Use this URL to cite or link to this record in EThOS: http://ethos.bl.uk/OrderDetails.do?uin=uk.bl.ethos.576121
Title: Influences on court advocacy from the 17th to the 21st century
Author: Watson, Andrew
Awarding Body: University of Surrey
Current Institution: University of Surrey
Date of Award: 2012
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Abstract:
Court advocacy in England and Wales, and the United States, has, over the last three centuries, been very fluid and remains so. It certainly did not develop according to an over- riding logical plan, but has grown piecemeal and at an uneven pace, the result of a complex interplay of many influences. An attempt is made to identify as many of these, chronologically, as possible. A non exhaustive list of principal factors, the relative importance of each has varied over time, includes: the effect on juniors of successful styles and approaches used by senior advocates; judicial tastes for the advocacy of lawyers, especially in the absence of jurors, when it is usually for the practical and the unadorned; changes in court procedure made by judges; reforms in the law of evidence concerning who and what may be put before courts and informing the content of submissions made; alterations in civil and criminal procedure and in the substantive law; the amount of media reporting of court cases; public and press opinion about the acceptable limits of advocates' tactics and oratory; the forming, by advocates, of professional rules of conduct and how mud they are followed; levels of respect and civility between the bench and the bar; the standing 0 the judiciary and its power to control proceedings in court; the extent to which juries are used in trials and the social origins of those serving on them; greater education of jurors and less susceptibility by them to melodramatic appeals to emotion; awareness by advocates that in addressing juries they have to take into account contemporary use of language and, when making allusions, draw on popular culture, itself far from still, formed by newspapers, novels, radio, films, television and increasingly the computer internet; the school educational curriculum, which has substantially evolved, usually received by lawyers and judges; general styles of public speaking and discourse in society; the formal teaching of advocacy, only introduced comparatively recently; and a relationship, although not a simplistic one, between quality of advocacy and the amount parties and the state are prepared to pay for it. New technology will, very probably, exert a strong influence on future forensic oratory. Recent widening of the pool of advocates may also be important. 2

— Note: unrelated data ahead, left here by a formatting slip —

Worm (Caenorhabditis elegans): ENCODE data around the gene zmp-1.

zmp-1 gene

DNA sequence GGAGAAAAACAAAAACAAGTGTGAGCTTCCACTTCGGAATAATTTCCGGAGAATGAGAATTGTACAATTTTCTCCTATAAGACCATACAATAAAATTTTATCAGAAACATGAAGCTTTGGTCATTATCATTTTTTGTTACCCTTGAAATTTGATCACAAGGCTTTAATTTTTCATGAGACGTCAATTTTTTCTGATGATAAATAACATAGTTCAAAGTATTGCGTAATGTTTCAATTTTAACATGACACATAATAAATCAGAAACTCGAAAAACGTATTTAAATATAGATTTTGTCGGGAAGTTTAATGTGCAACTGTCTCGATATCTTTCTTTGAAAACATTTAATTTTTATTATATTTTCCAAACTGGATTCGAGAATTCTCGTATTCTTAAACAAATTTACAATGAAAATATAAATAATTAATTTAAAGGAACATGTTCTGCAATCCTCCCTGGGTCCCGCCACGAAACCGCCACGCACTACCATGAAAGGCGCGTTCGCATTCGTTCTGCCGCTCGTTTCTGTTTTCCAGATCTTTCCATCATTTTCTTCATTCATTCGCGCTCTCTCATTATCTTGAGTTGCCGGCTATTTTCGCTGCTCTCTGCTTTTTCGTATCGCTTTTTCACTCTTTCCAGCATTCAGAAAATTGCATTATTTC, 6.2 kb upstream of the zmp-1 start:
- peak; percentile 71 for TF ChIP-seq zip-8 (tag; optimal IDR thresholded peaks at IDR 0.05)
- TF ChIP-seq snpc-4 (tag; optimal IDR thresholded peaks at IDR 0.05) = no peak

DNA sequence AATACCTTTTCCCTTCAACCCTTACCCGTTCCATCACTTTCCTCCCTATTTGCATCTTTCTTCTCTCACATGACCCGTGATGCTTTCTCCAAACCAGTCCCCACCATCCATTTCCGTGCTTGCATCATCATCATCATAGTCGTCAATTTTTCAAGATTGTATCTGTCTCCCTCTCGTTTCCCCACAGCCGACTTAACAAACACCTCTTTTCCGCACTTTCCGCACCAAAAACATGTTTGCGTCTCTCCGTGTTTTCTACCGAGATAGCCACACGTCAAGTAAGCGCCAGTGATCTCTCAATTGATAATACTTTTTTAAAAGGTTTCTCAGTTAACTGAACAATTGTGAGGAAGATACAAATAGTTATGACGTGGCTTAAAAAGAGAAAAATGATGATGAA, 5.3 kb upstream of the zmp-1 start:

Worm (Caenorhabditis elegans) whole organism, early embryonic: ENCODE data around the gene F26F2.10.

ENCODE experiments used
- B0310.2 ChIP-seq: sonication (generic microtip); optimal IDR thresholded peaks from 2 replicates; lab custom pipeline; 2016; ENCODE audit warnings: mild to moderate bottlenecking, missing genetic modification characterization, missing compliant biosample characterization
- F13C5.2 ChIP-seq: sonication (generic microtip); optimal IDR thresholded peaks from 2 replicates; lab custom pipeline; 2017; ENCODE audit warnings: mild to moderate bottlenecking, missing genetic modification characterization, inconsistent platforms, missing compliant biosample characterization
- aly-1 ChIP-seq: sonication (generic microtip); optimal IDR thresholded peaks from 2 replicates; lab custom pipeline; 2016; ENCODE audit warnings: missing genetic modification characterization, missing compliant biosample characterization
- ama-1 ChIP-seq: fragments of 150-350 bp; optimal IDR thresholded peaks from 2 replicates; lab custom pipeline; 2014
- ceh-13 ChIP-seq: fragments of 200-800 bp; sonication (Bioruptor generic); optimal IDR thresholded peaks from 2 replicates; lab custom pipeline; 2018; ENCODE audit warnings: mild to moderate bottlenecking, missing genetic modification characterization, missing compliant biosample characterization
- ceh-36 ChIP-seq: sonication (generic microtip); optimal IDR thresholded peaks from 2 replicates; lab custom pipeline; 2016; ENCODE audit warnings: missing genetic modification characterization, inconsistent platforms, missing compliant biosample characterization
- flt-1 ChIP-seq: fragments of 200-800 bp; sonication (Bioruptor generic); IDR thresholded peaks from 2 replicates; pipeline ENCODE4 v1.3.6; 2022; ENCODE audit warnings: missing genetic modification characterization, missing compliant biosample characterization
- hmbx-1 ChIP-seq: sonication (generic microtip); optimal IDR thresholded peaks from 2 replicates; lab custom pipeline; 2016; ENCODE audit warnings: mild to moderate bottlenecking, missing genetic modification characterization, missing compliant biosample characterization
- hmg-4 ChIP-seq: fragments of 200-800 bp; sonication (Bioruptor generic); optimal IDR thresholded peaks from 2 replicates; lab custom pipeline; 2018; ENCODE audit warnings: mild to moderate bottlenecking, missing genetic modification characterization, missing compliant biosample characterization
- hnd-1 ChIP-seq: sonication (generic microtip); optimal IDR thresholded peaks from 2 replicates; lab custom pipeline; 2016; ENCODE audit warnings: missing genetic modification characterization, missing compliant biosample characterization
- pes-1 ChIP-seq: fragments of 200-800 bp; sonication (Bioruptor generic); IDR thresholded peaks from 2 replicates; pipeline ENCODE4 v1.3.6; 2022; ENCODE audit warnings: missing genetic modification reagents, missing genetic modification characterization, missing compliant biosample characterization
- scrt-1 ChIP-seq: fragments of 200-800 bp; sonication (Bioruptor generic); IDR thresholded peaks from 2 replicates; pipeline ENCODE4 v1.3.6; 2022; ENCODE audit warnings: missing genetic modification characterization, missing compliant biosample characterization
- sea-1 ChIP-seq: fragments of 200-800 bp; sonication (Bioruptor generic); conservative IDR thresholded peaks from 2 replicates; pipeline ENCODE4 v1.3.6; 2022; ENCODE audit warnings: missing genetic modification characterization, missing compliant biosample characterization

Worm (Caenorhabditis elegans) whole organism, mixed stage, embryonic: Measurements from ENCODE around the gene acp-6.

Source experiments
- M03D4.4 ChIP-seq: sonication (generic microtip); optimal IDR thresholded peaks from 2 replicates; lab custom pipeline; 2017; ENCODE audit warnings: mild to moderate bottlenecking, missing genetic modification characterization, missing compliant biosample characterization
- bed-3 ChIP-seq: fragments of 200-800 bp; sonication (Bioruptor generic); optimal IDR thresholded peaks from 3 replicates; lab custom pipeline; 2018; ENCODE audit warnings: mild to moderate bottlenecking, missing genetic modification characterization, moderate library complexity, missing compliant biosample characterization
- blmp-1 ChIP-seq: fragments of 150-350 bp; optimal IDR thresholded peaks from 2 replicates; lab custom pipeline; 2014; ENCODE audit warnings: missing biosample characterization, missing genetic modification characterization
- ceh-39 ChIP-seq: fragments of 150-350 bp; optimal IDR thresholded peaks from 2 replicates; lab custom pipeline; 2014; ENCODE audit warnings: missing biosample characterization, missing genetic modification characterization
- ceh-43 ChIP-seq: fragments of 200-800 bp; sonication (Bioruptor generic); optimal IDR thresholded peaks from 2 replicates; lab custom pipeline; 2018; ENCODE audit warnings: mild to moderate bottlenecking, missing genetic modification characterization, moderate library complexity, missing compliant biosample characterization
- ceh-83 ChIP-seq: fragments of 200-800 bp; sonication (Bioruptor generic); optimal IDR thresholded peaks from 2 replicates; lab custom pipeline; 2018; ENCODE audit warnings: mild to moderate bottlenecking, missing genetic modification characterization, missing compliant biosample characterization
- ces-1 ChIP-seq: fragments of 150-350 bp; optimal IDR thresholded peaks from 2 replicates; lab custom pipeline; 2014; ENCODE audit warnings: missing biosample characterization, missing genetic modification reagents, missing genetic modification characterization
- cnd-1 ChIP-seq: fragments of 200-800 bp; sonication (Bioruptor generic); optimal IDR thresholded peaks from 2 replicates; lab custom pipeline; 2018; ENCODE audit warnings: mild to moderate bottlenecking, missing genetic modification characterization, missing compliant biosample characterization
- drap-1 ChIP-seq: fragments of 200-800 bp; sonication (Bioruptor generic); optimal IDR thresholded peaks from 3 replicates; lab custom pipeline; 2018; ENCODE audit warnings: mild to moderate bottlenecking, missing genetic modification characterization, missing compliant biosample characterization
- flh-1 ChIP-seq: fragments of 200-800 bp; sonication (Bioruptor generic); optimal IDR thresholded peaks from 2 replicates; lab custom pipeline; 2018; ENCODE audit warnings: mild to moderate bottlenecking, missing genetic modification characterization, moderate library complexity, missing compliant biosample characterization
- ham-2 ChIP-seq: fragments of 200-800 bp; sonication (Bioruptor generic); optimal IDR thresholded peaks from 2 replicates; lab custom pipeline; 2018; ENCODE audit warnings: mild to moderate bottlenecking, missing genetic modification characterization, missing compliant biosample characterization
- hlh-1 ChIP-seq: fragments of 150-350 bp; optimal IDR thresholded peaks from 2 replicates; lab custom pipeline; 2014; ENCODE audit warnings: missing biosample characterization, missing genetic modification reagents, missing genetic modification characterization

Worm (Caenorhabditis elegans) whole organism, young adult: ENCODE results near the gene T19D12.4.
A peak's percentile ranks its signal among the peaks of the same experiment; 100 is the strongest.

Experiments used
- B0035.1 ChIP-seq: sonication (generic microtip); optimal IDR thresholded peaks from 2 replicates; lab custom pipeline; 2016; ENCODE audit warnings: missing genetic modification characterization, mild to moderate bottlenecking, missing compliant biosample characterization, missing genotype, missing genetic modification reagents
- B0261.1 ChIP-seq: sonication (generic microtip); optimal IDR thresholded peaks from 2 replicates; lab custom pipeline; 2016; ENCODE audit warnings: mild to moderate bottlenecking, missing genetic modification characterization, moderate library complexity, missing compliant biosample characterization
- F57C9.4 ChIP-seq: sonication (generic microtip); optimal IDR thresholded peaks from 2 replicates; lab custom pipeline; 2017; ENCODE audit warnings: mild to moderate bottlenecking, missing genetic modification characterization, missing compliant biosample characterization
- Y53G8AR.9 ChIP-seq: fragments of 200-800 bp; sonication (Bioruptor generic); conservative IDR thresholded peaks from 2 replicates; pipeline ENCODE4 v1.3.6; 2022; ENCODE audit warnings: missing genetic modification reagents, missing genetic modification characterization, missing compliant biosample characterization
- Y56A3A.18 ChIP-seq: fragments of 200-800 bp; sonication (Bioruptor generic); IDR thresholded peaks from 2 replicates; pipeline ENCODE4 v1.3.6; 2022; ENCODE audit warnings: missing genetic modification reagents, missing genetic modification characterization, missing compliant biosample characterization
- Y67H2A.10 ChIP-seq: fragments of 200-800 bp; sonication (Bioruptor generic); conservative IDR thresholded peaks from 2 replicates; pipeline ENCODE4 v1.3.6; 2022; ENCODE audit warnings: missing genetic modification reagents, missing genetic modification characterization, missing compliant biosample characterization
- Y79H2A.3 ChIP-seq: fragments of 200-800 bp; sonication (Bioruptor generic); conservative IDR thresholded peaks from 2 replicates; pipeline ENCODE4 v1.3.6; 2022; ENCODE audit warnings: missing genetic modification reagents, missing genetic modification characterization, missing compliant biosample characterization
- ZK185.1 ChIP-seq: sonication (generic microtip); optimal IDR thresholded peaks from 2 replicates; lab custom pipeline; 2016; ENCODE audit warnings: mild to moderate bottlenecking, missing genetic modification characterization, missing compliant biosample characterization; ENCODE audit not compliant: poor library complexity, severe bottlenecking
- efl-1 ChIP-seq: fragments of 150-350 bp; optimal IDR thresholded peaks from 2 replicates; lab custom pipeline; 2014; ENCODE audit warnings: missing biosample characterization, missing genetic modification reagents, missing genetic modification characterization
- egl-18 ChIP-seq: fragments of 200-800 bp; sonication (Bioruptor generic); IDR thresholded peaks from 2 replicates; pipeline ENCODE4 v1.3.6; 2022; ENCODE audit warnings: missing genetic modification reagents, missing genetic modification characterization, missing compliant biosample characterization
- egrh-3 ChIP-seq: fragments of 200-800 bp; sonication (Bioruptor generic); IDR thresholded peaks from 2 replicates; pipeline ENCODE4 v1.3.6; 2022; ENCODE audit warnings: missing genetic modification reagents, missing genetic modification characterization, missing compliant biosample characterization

Supervisor: Not available Sponsor: Not available
Qualification Name: Thesis (Ph.D.) Qualification Level: Doctoral
EThOS ID: uk.bl.ethos.576121  DOI: Not available
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